We chatted with one of Canada's biggest opera stars to find out more about her special line of work.
I Want Your Job finds Torontonians who make a living doing exactly what they love to do, in any field, and for any salary, and asks them how they did it.
Name: Adrianne Pieczonka
Job: Opera singer
There’s a certain stereotype associated with female opera singers—particularly soprano leads—that conjurs up a particular four-letter word that starts with ‘D,’ ends with -va, and comes accompanied with a nose wrinkled in distaste. It’s a convention that internationally renowned opera soloist Adrianne Pieczonka graciously debunks.
Set to play the title role in the Canadian Opera Company’s forthcoming production of Tosca, Pieczonka has headlined at all the world’s major opera houses, but is soft-spoken and measured when it comes to her celebrated and nearly 25-year-long career. “There are singers that burst onto the scene and in five years they’re sort of burned out,” she says carefully, avoiding humblebraggy soundbite baiting. “But I’ve had a fairly long career, which I’m happy about, and I plan to keep going for hopefully some more years.”
It’s also clear that Pieczonka is excited to be singing the coveted role of Floria Tosca, Puccini’s love-crazed singer, driven by lust to murder, on her home stage. “I love Tosca and it’s a real thrill to sing it here in Toronto. It’s probably one of my favourite roles. I’ve sung it a lot in Europe and the States, but to do it in Toronto is really great.”
We recently spoke with Pieczonka to find out more about her special line of work.
Torontoist: What does a day in the life of an opera singer look like?
Pieczonka: It sort of varies. If it’s the day of a performance, that’s different than a rehearsal day. A typical day would be a rehearsal day. I’d get up, have breakfast, try to do some stretching or yoga, then warm up my voice. The voice needs to be warmed up just like a car in the winter, or any kind of athlete that wants to stretch out. So you do some vocal warmups and attend the rehearsal.
As a singer, you can’t sing for hours and hours. The voice is sort of specific. You have to be very careful about the pacing. It’s a lot of concentration, many hours of study looking at music learning scores, attending rehearsals. So it’s intense, but fun.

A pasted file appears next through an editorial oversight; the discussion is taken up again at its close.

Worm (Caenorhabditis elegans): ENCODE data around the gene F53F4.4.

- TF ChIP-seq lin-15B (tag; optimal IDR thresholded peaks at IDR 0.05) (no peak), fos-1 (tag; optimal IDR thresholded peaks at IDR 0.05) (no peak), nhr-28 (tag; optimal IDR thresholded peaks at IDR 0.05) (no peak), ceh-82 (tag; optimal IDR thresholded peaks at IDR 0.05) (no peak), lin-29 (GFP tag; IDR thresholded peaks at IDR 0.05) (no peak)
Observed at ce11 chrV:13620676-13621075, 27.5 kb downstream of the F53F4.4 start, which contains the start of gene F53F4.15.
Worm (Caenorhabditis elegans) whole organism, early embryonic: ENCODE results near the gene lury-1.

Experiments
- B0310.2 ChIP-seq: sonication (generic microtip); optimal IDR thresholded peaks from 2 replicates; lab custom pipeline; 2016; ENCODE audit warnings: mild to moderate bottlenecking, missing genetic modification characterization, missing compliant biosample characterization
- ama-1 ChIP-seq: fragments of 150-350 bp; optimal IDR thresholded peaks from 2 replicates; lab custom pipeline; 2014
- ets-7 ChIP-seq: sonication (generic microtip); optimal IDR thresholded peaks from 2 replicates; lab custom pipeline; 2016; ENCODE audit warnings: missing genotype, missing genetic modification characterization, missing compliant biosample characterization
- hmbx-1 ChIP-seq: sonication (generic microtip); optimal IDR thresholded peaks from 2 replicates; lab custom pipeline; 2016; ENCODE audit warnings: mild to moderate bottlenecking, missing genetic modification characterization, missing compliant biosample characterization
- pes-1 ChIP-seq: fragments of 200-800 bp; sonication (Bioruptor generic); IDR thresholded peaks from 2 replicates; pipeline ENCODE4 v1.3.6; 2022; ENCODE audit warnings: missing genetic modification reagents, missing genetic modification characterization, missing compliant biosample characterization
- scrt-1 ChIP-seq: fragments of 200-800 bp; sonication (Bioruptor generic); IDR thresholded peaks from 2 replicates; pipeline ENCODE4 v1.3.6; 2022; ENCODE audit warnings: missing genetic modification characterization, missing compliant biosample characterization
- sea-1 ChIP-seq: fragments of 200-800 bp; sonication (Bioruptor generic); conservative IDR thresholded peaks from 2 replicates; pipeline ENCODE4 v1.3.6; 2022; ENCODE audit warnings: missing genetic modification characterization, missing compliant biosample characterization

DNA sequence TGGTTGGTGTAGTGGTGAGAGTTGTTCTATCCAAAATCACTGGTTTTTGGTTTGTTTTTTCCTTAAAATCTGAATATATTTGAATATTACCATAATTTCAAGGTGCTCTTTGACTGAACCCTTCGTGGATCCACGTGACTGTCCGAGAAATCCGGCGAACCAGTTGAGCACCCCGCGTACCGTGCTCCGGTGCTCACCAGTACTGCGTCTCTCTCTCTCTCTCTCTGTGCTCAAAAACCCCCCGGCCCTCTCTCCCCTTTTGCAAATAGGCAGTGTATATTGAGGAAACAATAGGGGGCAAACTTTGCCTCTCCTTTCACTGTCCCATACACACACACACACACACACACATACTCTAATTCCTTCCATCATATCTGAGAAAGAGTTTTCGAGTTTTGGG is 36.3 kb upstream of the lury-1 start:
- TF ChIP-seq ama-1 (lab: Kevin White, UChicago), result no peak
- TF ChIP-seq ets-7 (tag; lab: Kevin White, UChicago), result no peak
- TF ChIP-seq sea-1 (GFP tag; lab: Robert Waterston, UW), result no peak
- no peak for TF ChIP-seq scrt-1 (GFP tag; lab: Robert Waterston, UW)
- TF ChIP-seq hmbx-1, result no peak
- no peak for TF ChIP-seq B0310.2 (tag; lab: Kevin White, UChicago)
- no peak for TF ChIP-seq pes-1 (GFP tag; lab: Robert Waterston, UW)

How did you get interested in opera?
I’ve always been a stage animal. I was a ham in elementary school and I loved to be on the stage, and it didn’t really matter how. It could be skits, it could be comedy sketches, it could be choir things. I loved musical theatre—my first love was really more popular music. I loved pop music and rock music; I loved Carol Burnett and the Sonny and Cher Show. This was my era. I didn’t really wake up one day and think “I’m going to be an opera singer.” It was more, “I’d love to be on the stage.” But I didn’t really know how it’d come about.
I started taking voice lessons at about 14, which is kind of on the early side; a voice doesn’t really mature until you hit your late teens or early twenties. Anyway, with this teacher it kind of unfolded that I was being pointed more in the classical lane. Then I decided to study music in university. I studied voice at the University of Western Ontario.
As a young person, you don’t know if you’ve got the vocal chops—you know, the vocal material—that it takes to be an opera singer. It takes quite a while for the voice to develop. It wasn’t until I was maybe 21 that I realized, “yeah, maybe I do have a voice that could be suited for opera.” It’s very different from someone who becomes a violin prodigy at the age of seven.
What would you consider the most challenging part of your job?
Well, I’ve been doing this for more than two decades, and I guess the hardest part is to keep up the high level. I’ve sung in every leading opera house around the world, with great conductors and wonderful colleagues, and it’s one thing to achieve—to get to Covent Garden and La Scala—and another thing to maintain that level over many, many years. And that’s what I’m trying to do, is sing at a really high level and keep my artistry. It’s a lot of discipline, and hard work.
Do you think that takes people by surprise?
I think most people tend to think that it’s very glamorous, and a very extravagant or exciting lifestyle. And yes, there are aspects—getting into costume and wig, doing a performance, and taking your bows and getting all that applause, yes that’s thrilling. But what the audience doesn’t see is the travel, and the long-haul flights, and going from hotel to hotel. That maybe sounds glamorous to people, but after 10 or 20 years it’s hard. It’s hard being separated from your family—though my family is now here in Toronto. Those kinds of aspects are challenging.
This post previously stated that Floria Tosca is Pucci’s love-crazed singer, when in fact, she is Puccini’s love-crazed singer.